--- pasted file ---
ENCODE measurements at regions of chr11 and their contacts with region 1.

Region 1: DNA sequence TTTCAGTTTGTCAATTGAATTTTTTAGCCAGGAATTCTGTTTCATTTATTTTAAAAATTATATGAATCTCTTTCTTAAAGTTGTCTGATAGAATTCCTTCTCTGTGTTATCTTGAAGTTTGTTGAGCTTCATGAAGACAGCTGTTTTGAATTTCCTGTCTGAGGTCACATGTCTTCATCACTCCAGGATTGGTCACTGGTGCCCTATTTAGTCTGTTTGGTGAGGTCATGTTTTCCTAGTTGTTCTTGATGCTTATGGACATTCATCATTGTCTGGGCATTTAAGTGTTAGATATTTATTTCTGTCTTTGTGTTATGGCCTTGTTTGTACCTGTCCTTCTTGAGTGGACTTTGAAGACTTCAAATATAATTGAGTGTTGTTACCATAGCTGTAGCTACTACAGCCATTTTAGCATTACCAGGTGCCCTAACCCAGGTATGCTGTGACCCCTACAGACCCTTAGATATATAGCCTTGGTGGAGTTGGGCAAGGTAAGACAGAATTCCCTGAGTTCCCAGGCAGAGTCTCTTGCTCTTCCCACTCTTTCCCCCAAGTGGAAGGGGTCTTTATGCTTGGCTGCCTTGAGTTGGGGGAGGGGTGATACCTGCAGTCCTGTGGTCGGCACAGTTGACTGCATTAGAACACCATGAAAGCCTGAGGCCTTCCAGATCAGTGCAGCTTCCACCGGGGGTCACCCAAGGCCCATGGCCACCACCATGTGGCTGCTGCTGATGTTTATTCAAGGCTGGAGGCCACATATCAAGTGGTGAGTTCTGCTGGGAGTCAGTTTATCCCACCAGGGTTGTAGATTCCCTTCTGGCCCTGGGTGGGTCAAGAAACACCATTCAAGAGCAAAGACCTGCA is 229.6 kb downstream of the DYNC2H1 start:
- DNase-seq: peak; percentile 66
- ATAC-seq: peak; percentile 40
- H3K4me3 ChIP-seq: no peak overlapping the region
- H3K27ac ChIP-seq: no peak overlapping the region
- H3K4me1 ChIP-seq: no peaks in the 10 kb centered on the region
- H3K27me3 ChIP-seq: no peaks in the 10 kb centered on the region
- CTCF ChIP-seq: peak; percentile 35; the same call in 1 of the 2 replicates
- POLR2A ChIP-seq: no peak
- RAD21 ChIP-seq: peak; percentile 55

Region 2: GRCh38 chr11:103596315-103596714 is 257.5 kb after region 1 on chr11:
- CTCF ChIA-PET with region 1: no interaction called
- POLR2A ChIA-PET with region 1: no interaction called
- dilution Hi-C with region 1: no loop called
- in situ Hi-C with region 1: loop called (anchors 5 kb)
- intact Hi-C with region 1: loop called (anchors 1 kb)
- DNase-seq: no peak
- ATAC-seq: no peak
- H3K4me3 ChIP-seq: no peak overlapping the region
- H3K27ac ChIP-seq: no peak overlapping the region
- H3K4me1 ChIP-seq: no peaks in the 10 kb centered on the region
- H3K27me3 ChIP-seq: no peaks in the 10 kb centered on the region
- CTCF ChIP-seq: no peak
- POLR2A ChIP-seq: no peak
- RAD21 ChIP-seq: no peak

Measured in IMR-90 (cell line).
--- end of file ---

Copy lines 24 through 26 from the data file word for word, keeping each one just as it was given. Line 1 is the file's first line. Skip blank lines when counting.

- CTCF ChIP-seq: no peak
- POLR2A ChIP-seq: no peak
- RAD21 ChIP-seq: no peak